Organic gardener growing food and flowers, lovin' pollinators and birds.

Eco Garden harvest has me saving green

Sponsored post: This post is sponsored by Eco Garden Systems LLC, but the content and opinions expressed here are my own. Eco Garden Systems LLC provided me with an original Eco Garden System for review purposes.

I've been able to save $45 within a month at the grocery store. It wasn't due to coupons or store gimmicks. It was because I've been growing my own celery in my Eco Garden System, a self-watering raised bed.

The celery has gone to feed my two pets, Max and Jack. They are celery connoisseurs, who prefer organic celery ... which means they refuse to eat non-organic celery. (Max and Jack are my spoiled indoor house rabbits.)

I’ve been treating the celery as "cut and come again" — as one would do with lettuce — which has provided me with a continuous supply for my hungry rabbits. The trick to growing successful celery is providing consistent moisture, since celery is a heavy feeder and likes to be wet. If celery is not wet, its stalks will be dry and small.

That's not the case with my celery! The celery stalks are huge! At one point I had a very nice looking bouquet of celery that I considered putting in a vase and admiring instead of feeding to my little beasts (see the photo above). It's been easy to grow the celery without worrying about if it gets a constant supply of water because I know the water reservoir at the bottom of the Eco Garden System helps to keep the plants' roots happy.

In fact, if there is too much water in the reservoir, there's a way for it to drain so the plants are not at risk for drowning. The water can escape through an overflow valve (shown at right) or through a spout, which can be used to empty the water from garden at the end of the season.

As for regular watering, I have only hooked up the unit about five times to my garden hose so far this summer. Why not more? I believe it's due to a combination of the unit collecting rain water and storing it in the water reserve underneath the plants, as well as the unit doing a remarkably good job of keeping the soil moist. We’ve had some very hot days in July, and while the rest of the yard has been wilting in the heat, the Eco Garden has held up really well, mainly due to the water it conserves. (A bonus considering that it sits on top of black pavement in my driveway, which also gives off heat!) Even though the unit does a great job of keeping the soil moist, and can distribute the water through the tubing and sprinkler heads, water in my area is a bit expensive, so if I don't have to water, then I'm a happy person.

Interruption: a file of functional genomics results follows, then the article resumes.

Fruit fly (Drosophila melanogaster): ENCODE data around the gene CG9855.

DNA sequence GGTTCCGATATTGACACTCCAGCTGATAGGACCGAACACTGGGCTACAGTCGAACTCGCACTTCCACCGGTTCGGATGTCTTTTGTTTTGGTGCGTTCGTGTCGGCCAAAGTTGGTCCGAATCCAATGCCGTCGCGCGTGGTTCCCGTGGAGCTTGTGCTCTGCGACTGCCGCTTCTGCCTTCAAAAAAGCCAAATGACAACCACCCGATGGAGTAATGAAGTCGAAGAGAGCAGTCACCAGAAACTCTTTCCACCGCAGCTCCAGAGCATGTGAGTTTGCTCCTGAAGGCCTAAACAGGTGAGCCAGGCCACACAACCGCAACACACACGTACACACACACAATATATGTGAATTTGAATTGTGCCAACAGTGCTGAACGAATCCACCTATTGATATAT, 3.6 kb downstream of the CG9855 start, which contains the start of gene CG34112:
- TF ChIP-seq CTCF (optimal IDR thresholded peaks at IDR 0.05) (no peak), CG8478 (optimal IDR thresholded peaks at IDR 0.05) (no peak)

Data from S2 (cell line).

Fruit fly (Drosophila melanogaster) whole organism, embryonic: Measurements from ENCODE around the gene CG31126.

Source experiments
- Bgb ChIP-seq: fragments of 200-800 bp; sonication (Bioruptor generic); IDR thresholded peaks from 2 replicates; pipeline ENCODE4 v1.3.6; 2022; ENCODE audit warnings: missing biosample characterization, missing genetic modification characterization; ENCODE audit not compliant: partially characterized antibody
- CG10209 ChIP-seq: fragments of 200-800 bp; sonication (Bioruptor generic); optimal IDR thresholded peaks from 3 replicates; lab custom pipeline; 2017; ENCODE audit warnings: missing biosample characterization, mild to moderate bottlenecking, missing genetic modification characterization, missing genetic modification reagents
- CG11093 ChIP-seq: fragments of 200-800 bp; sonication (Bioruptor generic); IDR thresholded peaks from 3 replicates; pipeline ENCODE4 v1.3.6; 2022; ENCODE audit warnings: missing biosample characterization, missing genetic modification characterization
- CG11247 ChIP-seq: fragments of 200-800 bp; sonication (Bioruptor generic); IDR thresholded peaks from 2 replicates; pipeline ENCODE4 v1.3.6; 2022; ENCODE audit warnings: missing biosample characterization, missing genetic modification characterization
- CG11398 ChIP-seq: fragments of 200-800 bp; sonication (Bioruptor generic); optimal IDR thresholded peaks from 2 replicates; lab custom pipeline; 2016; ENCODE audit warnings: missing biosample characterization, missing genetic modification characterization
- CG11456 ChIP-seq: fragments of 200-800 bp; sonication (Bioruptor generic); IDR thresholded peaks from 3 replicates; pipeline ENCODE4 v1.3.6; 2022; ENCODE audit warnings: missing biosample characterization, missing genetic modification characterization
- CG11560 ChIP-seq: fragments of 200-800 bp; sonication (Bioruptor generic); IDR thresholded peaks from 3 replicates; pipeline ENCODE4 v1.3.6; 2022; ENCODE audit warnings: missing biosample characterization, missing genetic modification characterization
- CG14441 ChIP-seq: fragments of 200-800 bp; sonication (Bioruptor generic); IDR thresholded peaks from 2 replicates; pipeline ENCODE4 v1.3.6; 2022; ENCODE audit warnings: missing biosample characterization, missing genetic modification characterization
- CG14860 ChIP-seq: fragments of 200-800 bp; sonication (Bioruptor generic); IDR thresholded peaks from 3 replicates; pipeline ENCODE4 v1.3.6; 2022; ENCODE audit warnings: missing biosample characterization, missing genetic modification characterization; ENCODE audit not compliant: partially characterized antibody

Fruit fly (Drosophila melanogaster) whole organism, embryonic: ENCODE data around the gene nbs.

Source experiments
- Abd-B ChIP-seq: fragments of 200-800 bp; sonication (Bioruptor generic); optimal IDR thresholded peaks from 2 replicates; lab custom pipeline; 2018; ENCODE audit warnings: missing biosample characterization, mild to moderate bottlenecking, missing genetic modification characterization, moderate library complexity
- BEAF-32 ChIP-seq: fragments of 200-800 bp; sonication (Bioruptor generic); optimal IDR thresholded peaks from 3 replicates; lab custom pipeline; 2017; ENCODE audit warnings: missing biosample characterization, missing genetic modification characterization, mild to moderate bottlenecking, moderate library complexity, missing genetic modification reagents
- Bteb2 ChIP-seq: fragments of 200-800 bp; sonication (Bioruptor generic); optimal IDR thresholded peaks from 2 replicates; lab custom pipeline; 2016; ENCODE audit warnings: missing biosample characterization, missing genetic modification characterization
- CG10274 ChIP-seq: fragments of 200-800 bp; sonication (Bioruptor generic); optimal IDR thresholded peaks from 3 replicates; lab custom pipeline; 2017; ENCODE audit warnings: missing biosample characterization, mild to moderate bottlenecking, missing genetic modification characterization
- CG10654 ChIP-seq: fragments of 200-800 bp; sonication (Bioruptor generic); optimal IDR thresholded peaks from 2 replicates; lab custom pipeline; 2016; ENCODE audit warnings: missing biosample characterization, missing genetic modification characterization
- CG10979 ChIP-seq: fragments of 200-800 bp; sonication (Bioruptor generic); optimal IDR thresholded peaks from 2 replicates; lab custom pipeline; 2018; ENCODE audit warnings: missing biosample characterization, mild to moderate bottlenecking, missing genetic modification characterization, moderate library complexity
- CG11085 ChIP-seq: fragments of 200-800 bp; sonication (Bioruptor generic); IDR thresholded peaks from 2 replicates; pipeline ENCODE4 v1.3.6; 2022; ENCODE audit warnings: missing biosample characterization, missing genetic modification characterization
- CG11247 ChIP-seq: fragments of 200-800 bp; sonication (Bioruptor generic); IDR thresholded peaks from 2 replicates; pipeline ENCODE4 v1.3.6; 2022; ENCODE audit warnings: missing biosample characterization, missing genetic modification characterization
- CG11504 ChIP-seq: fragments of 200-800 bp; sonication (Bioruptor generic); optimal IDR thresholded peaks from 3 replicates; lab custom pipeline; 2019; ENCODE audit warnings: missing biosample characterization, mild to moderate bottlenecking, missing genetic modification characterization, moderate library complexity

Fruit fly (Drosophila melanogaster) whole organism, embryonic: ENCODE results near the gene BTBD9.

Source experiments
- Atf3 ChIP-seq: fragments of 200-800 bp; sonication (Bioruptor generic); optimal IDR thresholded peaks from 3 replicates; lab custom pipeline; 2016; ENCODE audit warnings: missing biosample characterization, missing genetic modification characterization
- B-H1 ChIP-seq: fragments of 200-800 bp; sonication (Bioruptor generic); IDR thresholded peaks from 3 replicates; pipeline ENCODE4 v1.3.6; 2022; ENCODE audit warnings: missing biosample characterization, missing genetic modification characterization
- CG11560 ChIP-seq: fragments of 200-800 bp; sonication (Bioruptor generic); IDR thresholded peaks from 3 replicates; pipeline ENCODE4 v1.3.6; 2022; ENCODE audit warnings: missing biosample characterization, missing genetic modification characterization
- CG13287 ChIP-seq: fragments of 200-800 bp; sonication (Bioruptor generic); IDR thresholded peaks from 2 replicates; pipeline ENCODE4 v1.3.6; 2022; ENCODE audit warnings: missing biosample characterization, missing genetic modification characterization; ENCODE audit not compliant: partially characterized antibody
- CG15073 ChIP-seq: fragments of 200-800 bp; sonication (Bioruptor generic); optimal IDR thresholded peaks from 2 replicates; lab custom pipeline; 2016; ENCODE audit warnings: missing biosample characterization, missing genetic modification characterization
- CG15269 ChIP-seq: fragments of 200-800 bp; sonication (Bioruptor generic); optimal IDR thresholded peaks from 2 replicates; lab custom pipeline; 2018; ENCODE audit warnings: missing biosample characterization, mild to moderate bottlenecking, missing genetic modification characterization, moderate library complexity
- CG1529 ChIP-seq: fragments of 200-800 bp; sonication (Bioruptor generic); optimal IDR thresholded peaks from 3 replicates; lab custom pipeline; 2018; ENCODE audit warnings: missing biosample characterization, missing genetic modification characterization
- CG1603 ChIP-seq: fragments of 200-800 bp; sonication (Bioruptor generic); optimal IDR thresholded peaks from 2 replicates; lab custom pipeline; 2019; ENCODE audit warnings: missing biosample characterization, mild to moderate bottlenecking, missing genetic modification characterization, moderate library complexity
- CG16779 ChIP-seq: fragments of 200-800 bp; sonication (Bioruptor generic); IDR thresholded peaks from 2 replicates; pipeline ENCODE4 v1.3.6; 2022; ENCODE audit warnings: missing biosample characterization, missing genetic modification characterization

Thanks to the size of the Eco Garden System (50 inches wide by 74 inches long), I was able to plant a wide variety of plants in a spot that I was unable to use before (my driveway). That means food for me and for my pets! I decided to follow companion planting practices when I planted my edibles back in June. Here are some highlights of what I grew so far this summer:

Lettuce (from plant starts): In my original post, I shared some photos of very good-looking heads of lettuce (also seen above before I harvested them). When I harvested my lettuce there was a sizable gap left, so I planted a 'Goose Egg' eggplant I got on sale at my organic gardening center. I also planted the seedlings I started in June of Mexican sour gherkin plants (from Hudson Valley Seeds), which will take 75 days to reach maturity.  In mid-July, I also decided to add marigold seeds ('Lemon Drop' a French marigold from Botanical Interests that will grow 5 to 8 inches tall); and cucumber seeds ('Bush Slicer' from Renee's Garden) which has a estimated 55 days to harvest.

Mexican sour gherkin plants (left) and eggplant and cucumber plants (right) benefit from the self-watering featuring in the Eco Garden System.
Bush beans (from seed): I decided to grow 'Red Swan Beans' from Hudson Valley Seed Library. I was able to insert short garden trellises into the Eco Garden that helped support the bush beans, but were not so large that it would puncture the water barrier that separates the soil from the water reservoir.


The bush beans grew quickly and I was able to start harvesting them at the end of July.

Carrots (from seed): I chose to sow 'Short Stuff' Chantenay Carrots from Renee's Garden, a variety that will take almost 75 days to mature, and as I've been thinning the crop I've gotten a peak of what's below the surface. So far I have tiny carrots that are about halfway into their life cycle.

Kale (from seed) and herbs (from plant starts): The kale I grew from seed grew so fast that I had a hard time keeping up with thinning it. The small parsley transplants have increased in size as well. Both were planted near the carrots in the Eco Garden System.

So, what’s next? It’s time to plant for fall! As I've been harvesting celery and kale, I once again have gaps in my Eco Garden System, so I'm planning to replant my raised bed for a fall crop, which means choosing varieties that mature quickly (55 days or less). As the length of daylight shortens, I will most likely include lettuce in my fall gardening plans.

Want to read more about the Eco Garden System? Read my first post on setting up the unit, or watch the short video below.


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